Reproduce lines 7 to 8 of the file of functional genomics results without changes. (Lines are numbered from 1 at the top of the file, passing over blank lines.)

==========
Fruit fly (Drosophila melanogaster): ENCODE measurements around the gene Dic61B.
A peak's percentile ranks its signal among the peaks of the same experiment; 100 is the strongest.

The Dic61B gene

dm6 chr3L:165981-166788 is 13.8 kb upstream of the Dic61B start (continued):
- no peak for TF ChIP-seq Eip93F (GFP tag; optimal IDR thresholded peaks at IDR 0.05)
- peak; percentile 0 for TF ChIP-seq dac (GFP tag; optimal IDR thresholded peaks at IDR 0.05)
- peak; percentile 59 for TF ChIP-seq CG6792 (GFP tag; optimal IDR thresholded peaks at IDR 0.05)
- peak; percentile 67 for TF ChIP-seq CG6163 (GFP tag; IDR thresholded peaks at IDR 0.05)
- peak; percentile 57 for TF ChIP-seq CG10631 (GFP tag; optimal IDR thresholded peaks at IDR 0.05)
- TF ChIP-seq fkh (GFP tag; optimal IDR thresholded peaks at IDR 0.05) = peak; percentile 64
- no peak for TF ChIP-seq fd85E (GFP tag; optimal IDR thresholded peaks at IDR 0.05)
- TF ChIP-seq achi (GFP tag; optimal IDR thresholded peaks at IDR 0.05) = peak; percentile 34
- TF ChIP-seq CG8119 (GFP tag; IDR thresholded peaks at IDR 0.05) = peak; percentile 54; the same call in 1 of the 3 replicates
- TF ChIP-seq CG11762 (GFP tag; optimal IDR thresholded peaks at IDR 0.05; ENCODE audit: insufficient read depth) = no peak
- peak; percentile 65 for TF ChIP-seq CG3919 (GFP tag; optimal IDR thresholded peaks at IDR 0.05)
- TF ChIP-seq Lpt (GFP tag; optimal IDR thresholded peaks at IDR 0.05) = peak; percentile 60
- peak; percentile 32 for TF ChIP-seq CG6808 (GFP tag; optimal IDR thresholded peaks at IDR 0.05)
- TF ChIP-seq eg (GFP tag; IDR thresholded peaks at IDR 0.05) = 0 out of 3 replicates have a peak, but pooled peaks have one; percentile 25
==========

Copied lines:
- peak; percentile 59 for TF ChIP-seq CG6792 (GFP tag; optimal IDR thresholded peaks at IDR 0.05)
- peak; percentile 67 for TF ChIP-seq CG6163 (GFP tag; IDR thresholded peaks at IDR 0.05)